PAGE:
Just as important as being protected from unjust prosecution is not being subject to civil liability for defending oneself. It was quite common of perps and their families to victimize their victim with a civil lawsuit, often bankrupting them.

Without that civil lawsuit shield, perhaps cities decline would not have been severe.

It is most certainly gratifying when thugs and thuglets instantly receive lawful justice.

Why should anyone, who is in a place the person is legally entitled to be, be forced by law to flee from an attacker rather than defend him or herself? Laws which require the person to flee, if possible*, are perpetrator protection laws.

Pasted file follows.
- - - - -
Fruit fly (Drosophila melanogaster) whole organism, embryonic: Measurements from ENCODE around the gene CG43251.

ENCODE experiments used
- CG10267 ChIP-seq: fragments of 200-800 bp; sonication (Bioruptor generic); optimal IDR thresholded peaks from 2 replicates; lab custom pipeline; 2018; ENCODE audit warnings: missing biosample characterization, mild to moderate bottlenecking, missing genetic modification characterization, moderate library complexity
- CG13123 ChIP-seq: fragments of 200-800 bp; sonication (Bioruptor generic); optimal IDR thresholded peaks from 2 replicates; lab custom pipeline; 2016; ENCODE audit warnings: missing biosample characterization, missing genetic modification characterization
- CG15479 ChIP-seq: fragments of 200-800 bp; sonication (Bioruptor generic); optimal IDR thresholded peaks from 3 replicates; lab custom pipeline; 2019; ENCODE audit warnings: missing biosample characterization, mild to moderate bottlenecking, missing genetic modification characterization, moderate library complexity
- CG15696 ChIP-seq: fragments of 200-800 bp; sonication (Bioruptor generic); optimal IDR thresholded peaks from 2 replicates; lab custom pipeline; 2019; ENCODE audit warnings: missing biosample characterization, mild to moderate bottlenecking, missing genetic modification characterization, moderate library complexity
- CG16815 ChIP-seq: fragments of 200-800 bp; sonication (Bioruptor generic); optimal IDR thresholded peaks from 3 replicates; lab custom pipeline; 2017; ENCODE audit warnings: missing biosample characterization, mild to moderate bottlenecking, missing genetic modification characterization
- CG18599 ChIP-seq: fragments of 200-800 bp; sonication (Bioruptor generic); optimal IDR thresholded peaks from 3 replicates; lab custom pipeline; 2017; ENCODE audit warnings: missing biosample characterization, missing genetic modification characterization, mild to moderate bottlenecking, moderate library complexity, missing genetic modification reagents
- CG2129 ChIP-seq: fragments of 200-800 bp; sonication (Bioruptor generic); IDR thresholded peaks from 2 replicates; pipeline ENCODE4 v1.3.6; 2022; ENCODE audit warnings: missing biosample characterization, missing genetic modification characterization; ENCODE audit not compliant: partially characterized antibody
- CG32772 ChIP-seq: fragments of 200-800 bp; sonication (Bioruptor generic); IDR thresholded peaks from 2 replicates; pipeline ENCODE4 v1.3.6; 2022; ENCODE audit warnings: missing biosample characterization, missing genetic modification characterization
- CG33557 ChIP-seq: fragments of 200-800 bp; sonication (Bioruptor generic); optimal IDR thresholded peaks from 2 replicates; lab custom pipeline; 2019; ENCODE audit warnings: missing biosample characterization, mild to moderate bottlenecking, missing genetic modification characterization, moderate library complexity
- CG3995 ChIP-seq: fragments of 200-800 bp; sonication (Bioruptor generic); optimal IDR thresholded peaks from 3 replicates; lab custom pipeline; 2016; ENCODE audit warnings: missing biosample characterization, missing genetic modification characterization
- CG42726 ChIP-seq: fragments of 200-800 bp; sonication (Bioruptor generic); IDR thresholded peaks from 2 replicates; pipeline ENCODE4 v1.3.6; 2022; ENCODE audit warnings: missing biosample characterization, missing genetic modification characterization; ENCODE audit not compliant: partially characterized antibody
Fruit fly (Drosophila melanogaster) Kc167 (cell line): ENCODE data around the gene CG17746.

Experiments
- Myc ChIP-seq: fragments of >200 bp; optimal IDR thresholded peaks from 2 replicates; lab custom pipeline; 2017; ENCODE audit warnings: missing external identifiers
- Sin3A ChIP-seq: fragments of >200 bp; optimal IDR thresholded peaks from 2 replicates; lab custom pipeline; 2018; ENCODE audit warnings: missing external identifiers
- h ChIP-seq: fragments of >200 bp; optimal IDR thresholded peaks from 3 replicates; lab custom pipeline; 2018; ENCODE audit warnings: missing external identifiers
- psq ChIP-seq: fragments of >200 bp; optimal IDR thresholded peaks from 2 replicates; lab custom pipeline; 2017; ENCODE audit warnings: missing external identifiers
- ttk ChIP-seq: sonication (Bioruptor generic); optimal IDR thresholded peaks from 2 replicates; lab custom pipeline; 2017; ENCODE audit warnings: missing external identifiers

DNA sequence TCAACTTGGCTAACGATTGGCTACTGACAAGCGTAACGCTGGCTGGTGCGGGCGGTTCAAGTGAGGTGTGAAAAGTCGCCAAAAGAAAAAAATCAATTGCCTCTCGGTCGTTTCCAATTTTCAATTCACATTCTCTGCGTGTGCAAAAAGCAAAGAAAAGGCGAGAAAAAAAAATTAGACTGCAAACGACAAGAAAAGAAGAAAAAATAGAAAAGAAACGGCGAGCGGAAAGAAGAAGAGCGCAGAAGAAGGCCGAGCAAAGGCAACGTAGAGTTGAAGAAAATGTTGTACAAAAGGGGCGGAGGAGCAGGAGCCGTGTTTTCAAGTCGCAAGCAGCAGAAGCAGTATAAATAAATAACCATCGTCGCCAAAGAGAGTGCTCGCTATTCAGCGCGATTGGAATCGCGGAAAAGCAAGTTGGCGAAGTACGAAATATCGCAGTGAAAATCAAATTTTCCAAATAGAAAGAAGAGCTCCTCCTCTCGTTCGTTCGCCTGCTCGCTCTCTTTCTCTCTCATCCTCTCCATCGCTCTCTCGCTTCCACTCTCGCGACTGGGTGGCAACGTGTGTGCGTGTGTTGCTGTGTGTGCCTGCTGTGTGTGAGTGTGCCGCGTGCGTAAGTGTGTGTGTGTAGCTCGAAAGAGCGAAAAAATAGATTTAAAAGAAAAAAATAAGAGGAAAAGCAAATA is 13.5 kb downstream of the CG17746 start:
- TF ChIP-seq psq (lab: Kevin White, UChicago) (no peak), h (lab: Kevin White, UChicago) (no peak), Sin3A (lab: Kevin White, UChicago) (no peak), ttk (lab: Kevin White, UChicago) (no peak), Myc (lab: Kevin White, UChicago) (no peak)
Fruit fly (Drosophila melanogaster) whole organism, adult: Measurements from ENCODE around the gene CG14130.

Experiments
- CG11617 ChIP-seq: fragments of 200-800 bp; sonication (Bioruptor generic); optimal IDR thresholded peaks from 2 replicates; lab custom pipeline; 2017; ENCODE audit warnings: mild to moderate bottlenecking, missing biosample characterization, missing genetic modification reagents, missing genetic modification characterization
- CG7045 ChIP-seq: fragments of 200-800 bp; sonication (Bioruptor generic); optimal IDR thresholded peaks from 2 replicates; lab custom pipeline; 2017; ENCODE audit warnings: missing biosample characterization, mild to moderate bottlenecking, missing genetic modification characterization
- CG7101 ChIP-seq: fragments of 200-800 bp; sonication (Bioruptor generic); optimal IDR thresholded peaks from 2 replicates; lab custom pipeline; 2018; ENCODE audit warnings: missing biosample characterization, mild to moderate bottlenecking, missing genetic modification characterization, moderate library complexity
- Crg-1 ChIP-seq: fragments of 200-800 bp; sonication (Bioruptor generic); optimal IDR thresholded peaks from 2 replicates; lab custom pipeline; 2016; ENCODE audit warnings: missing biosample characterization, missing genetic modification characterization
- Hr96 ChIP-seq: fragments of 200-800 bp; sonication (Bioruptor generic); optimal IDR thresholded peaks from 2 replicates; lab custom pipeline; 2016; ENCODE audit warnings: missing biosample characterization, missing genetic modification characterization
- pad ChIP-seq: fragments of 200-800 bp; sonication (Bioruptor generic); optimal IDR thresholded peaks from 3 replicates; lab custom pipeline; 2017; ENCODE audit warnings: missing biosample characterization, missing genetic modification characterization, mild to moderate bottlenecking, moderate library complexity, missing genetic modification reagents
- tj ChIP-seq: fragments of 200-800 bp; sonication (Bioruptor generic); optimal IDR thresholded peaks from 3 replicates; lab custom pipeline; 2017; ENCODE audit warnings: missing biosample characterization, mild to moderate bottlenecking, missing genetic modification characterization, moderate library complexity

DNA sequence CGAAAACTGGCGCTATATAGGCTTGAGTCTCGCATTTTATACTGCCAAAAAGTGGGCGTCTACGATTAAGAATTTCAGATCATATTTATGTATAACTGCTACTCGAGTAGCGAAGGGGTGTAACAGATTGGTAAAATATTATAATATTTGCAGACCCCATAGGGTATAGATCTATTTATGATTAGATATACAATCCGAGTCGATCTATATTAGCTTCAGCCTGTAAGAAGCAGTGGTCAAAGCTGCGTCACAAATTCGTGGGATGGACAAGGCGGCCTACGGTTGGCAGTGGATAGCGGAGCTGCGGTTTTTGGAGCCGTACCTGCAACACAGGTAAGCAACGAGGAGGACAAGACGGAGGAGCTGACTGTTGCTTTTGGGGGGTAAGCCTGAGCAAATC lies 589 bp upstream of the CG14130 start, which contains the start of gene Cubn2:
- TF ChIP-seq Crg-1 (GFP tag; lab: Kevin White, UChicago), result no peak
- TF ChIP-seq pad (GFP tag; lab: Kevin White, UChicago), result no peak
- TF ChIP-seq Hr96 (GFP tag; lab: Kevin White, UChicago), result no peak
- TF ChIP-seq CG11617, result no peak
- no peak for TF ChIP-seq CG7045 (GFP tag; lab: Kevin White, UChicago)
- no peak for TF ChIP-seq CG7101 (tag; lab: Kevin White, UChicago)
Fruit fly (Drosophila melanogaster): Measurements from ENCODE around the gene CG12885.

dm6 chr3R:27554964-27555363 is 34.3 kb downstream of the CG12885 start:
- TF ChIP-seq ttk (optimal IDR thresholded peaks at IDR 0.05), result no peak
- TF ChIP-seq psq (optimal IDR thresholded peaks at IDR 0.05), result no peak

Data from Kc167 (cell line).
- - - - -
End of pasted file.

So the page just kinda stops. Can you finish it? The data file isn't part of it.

* And the prosecutor gets the initial opportunity to decide what was, and was not, possible. A Jury may, or may not depending on various factors including demographics, determine otherwise if the victim has the financial ability to mount a legal defense.

    ecreegan in reply to Edward. | March 20, 2018 at 9:44 am

    The duty to retreat made sense prior to firearms: people owed *allegiance* to the monarch (and the willingness to conscript troops meant even criminals were useful), and retreating was generally safe.

    Common law hasn’t caught up to the availability of firearms, or to the reduction in duty to the sovereign, or to the fact that criminals are now a pure liability.

      Gunstar1 in reply to ecreegan. | March 20, 2018 at 2:21 pm